No. 1 Girls’ Singles State Champion Anna Ready returns a volley back to her opponent in a match
at the AA State Tournament.
Will Nations
David McElwaine talks with Oak Hill Tennis Coach Brian Middleton during a break in play at the AA
State Tournament in Ridgeland.
EMCC softball places
six on All-North
Division team
Special to the
Daily Times Leader
SCOOBA – East Mississippi
Community College placed a
state-most six players on this
year’s MACJC All-North
Division Softball Team, as
released this week after being
voted on by the division’s head
softball coaches.
Securing one of the four indi-
vidual player superlatives dele-
gated to MACJC North
Division standouts, EMCC
freshman catcher Abby Roberts
earned Best Defensive Player
(Golden Glove) honors. In
addition to ranking second
among all NJCAA Region 23
hitters with her .431 batting
average, Roberts also fielded at
a .981 clip during the season.
The former Clarkdale High
School product also compiled a
.602 slugging percentage and
.474 on-base percentage as a
collegiate rookie while leading
EMCC with 11 doubles and
tying for the club lead with 29
runs batted in.
EMCC also led the way
within the division with three
players being named to the
10-member first team, as Lady
Lion sophomores Haley Tutor
and Misty Richard were joined
by freshman first baseman/
pitcher Halie Green. Tutor,
from New Hope High School,
batted .375 as the team’s lead-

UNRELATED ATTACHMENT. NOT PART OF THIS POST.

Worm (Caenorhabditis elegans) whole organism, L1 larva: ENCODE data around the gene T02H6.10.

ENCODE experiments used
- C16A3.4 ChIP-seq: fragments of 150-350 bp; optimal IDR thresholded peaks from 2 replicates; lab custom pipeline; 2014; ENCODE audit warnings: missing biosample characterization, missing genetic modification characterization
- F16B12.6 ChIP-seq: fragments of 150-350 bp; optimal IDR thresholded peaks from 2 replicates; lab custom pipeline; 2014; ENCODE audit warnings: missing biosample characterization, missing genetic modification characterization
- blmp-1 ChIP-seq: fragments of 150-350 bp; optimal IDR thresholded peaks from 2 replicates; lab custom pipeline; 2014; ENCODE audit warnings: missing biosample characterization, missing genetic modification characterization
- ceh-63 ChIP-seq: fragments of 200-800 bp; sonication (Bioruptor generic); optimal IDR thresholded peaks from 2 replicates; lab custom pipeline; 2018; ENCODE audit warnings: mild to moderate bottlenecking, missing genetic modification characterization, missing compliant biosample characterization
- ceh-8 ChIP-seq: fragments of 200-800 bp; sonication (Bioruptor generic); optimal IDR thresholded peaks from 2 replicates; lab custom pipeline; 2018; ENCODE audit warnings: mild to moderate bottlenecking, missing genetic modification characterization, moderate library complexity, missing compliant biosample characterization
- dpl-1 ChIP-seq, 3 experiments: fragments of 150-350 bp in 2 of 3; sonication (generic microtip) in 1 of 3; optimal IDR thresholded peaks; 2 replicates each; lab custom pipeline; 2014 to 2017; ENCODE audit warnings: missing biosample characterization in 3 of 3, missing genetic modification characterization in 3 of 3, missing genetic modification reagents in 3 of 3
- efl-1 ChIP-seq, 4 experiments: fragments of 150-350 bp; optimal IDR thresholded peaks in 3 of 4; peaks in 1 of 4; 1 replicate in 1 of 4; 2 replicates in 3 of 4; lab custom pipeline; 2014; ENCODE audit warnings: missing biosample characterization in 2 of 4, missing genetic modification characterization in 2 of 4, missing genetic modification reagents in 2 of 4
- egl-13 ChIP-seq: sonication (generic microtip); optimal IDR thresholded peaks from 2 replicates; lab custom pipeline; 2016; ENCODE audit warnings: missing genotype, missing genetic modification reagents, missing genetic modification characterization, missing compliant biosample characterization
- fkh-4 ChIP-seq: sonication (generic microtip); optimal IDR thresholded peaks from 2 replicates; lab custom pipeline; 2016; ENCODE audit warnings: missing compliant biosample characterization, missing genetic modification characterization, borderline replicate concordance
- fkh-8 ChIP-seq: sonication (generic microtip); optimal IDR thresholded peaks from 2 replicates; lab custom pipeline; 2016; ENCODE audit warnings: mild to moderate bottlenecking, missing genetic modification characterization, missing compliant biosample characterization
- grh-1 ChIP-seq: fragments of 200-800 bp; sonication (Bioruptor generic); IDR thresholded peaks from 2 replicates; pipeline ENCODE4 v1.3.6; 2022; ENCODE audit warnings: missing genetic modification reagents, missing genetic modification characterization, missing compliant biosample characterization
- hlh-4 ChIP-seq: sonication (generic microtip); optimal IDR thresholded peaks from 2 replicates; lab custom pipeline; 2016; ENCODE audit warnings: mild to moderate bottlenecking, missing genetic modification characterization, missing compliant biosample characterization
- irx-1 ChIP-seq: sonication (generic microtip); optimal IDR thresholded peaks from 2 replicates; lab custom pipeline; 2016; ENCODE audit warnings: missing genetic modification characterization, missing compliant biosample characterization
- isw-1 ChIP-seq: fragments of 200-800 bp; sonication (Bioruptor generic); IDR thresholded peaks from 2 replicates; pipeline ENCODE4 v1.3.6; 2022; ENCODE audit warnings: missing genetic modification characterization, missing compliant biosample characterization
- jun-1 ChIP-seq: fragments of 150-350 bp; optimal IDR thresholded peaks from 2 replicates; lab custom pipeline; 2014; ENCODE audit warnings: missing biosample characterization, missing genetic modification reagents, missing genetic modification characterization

off hitter with a club-most 35
runs scored as well as 27 runs
driven in. Richard, out of West
Lauderdale High School, hit
.282 this past year and ranked
fourth on the team with eight
doubles. Hailing from
Lafayette, La., Green led
EMCC with five home runs
and 29 RBIs on the year while
also posting a 6-5 pitching
record.
Two more Lady Lion sopho-
mores were selected to the all-
division second team in pitcher
Amelia LaVergne and outfield-
er Amber Spann. From Rayne,
La., LaVergne posted an 8-8
pitching record and 2.60 earned
run average on the year with 10
complete games in the circle.
Spann, another Clarkdale prod-
uct, hit .358 for the season with
26 RBIs and 24 runs scored.
Also receiving individual
division honors for this year’s
East Mississippi club were
freshmen Corey Dawkins
(Brooksville/Pickens Academy
[Ala.]), Taylor Hackney (Bayou
Academy) and Kendra Wilson
(South Lamar HS/Millport,
Ala.), who all garnered honor-
able mention recognition.
As a team under first-year
head softball coach Kyndall
White, the 2013 EMCC Lady
Lions were 24-19 overall and
finished as MACJC North
Division runners-up with a
17-7 division mark. EMCC
also extended its current streak
with a fifth consecutive appear-
ance in the MACJC State
Softball Tournament.
The other individual superla-
tives handed out to MACJC
North Division softball players
for this season went to Holmes
pitcher Kelsey Marter as Most
Valuable Player, Itawamba’s
Rebecca Sloan as Best Overall
Pitcher, and Andrea Cutts of
Northeast Mississippi as Best
Offensive Player. MACJC
North Division Coach of the
Year honors went to Andy Kirk
of the division champion ICC
Lady Indians.
WWW. DA I LY T I ME S L E A DE R . C OM
Comics
Daily Times Leader Page 8 • Thursday, May 9, 2013
clients. The grants fund a
wide variety of programs from
street outreach and assessment
programs to transitional and
permanent housing for home-
less persons and families. HUD
funds are a critical part of the
Obama Administration’s strate-
gic plan to prevent and end
homelessness.
“This funding is critical to
Mississippi programs that are
on the front lines of helping
those who might otherwise be
living on our streets,” said Ed
Jennings, Jr., HUD Southeast
Regional Administrator. “The